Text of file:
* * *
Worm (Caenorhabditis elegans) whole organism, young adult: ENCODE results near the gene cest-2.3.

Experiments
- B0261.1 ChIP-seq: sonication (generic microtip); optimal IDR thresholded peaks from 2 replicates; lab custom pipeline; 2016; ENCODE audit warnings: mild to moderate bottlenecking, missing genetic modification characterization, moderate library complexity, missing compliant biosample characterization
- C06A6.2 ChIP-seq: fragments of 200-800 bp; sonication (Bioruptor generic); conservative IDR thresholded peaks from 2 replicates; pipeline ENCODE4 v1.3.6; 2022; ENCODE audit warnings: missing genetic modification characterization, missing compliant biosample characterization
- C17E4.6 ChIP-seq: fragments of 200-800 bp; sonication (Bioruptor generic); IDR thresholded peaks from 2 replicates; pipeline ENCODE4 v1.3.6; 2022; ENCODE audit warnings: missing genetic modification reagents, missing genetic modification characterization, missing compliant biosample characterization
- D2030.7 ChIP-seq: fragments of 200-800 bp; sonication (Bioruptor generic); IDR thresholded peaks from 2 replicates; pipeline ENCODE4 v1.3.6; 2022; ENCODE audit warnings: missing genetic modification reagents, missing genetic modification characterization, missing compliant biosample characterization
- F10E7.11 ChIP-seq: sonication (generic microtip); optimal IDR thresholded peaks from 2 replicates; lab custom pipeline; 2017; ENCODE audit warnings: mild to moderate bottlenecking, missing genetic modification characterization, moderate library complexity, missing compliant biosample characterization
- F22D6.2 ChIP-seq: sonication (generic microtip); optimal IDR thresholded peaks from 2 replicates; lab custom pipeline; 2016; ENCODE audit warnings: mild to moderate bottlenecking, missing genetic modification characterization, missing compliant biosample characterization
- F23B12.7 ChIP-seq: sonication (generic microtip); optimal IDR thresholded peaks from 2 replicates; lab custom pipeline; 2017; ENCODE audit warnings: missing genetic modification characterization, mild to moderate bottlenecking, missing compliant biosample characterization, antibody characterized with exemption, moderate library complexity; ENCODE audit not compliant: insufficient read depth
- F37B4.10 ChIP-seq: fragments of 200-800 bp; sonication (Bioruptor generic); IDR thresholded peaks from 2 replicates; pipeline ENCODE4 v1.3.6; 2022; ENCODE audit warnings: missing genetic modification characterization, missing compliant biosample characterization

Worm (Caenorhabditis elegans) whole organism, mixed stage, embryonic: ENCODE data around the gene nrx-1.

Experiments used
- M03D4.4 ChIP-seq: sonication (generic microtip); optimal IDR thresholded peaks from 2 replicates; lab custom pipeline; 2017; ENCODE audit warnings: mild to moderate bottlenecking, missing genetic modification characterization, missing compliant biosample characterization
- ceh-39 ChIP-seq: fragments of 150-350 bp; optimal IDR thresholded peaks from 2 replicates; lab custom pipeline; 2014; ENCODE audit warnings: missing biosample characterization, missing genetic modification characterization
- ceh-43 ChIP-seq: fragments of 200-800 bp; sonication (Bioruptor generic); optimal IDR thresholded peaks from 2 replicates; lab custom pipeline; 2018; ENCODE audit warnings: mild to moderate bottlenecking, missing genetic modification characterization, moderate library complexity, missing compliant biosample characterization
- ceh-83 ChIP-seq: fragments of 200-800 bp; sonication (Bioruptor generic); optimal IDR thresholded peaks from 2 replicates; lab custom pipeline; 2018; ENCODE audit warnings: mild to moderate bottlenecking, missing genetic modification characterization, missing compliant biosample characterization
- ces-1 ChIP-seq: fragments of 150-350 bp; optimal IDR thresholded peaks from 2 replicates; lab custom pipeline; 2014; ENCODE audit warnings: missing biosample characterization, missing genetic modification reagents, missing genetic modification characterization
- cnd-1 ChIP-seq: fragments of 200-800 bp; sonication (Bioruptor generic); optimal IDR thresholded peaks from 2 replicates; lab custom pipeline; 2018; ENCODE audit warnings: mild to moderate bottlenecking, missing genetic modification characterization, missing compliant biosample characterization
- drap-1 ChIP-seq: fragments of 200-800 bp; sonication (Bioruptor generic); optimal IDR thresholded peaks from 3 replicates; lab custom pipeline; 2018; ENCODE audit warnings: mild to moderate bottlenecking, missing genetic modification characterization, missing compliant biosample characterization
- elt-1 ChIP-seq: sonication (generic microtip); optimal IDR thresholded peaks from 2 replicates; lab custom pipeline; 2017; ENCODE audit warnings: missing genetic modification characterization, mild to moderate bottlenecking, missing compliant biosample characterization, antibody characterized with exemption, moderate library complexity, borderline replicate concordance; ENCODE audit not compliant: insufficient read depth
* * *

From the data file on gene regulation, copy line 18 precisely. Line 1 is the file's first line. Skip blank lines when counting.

- cnd-1 ChIP-seq: fragments of 200-800 bp; sonication (Bioruptor generic); optimal IDR thresholded peaks from 2 replicates; lab custom pipeline; 2018; ENCODE audit warnings: mild to moderate bottlenecking, missing genetic modification characterization, missing compliant biosample characterization